Rima Arnaout is an assistant professor of cardiology and a member of the University of California San Francisco Bakar Computational Health Sciences Institute. She has received a Chan Zuckerberg Biohub Intercampus Research Award, as well as funding support from the US National Institutes of Health and the American Heart Association’s Institute for Precision Cardiovascular Medicine.
For most people, a picture is worth a thousand words, but in my world, it can be worth a patient’s life. When I took over care of the cardiology ward one Monday morning a few years ago, I couldn’t understand why one patient with pneumonia was still having fevers after a week on antibiotics. My team and I trooped down to the radiology reading room to have another look at a chest scan the patient had had earlier. After consulting with the radiologists, we determined that what originally appeared to be pneumonia was actually a blood clot in the lung. I had a sinking feeling when I realized that the patient had been getting antibiotics instead of blood thinners. We quickly remedied the situation and the patient did fine, but an untreated clot could have killed him. That experience reminded me just how much medical imaging impacts diagnosis and management.
In radiology, cardiology and other fields, the best tools we currently have to interpret clinical images are dedicated, highly trained physicians. As a cardiovascular imaging subspecialist, I’m one of them. We do a pretty good job, but to err is human. It is incredibly challenging to interpret image after image accurately and reliably for millions of patients. The quest to decrease diagnostic error is one of the main reasons I have built a research program to bring machine learning—where computers help us acquire and interpret data—to medical imaging.
Reducing medical error is not my sole motivator, however. I spent my early research years studying cardiovascular genetics in the zebrafish model. The work involved countless hours behind a microscope. This was also when our ability to sequence genomes scaled exponentially. However, trying to obtain useful images of zebrafish hearts with different genetic mutations taught me that the genetic information we can gather is only as good as the physical characteristic we can trace it to. Sequencing has allowed us to fine tune the origins of disease and even which treatments to administer, but there hasn’t been a similar leap forward for those of us in the imaging field. The quality of images has vastly improved, but we will only deliver on the promise of precision medicine when we can make sense of biomedical imaging data with the same accuracy, precision and scale with which we now mine the human genome.
As an undergrad at the Massachusetts Institute of Technology, I studied biology but also bioengineering, math and coding. I was especially interested in a type of machine learning called deep neural networks because this method had been getting good at finding patterns in imaging. When a powerful software for building and training neural networks called TensorFlow became freely available in 2015, I realized I could use it to start solving some of the imaging problems that I had encountered.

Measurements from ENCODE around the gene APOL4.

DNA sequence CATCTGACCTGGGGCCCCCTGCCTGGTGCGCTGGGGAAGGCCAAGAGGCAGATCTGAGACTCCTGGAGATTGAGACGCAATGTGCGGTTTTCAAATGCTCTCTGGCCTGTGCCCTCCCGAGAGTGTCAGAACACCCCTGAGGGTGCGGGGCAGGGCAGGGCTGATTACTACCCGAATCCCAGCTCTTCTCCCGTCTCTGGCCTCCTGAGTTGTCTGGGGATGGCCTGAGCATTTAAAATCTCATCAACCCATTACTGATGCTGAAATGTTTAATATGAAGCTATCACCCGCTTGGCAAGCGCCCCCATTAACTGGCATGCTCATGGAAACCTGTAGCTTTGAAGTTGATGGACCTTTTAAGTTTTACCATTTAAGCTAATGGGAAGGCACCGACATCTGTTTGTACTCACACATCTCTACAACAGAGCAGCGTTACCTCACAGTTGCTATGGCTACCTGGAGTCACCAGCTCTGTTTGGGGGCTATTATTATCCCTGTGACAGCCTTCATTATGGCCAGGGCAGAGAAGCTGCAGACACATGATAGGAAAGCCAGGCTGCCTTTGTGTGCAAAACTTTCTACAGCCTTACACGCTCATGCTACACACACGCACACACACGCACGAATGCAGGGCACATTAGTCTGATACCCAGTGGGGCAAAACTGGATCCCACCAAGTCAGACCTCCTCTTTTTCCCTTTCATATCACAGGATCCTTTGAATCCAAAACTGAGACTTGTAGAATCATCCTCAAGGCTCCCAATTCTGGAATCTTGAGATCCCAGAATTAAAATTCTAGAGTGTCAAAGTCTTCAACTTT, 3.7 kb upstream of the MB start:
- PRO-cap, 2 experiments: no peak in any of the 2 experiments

I started with cardiac ultrasound. I’ve used it in my research and I use it to care for patients every day, so I could see where deep neural networks could help improve its interpretation. Although other scientists were beginning to use neural networks on still photographs in medicine, the noisy ultrasound movies were considered too challenging for nascent machine learning tools. So, I combined my research experience, programming knowledge and clinical expertise to design and train deep neural networks for cardiac ultrasound. I strove to make our models clinically relevant by using images from actual patients, and getting the models to work fast enough so they could someday become staples in the clinic.
My work so far has answered some questions and led to new ones. Should we teach deep learning models to read medical imaging studies in the same way that we train human experts? Might machine learning algorithms detect patterns in images that a human eye never could? What happens to our clinical practice when computers become better than their human counterparts?
I’m often asked whether I’m ‘putting myself out of a job’ by helping develop computational imaging tools. I’m sure our jobs will change when new tools come along, as always, but they won’t disappear. Also, physicians are honor bound to heal, so if new technologies can improve diagnosis and drive new treatment discoveries, we are obligated to use them. And we physicians have to be the ones to use them—by helping set the research agenda, curating data and validating results. I’m now leading a field of translational research that didn’t exist at the onset of my career. I hope to continue combining medicine and data science to create a more picture-perfect version of healthcare.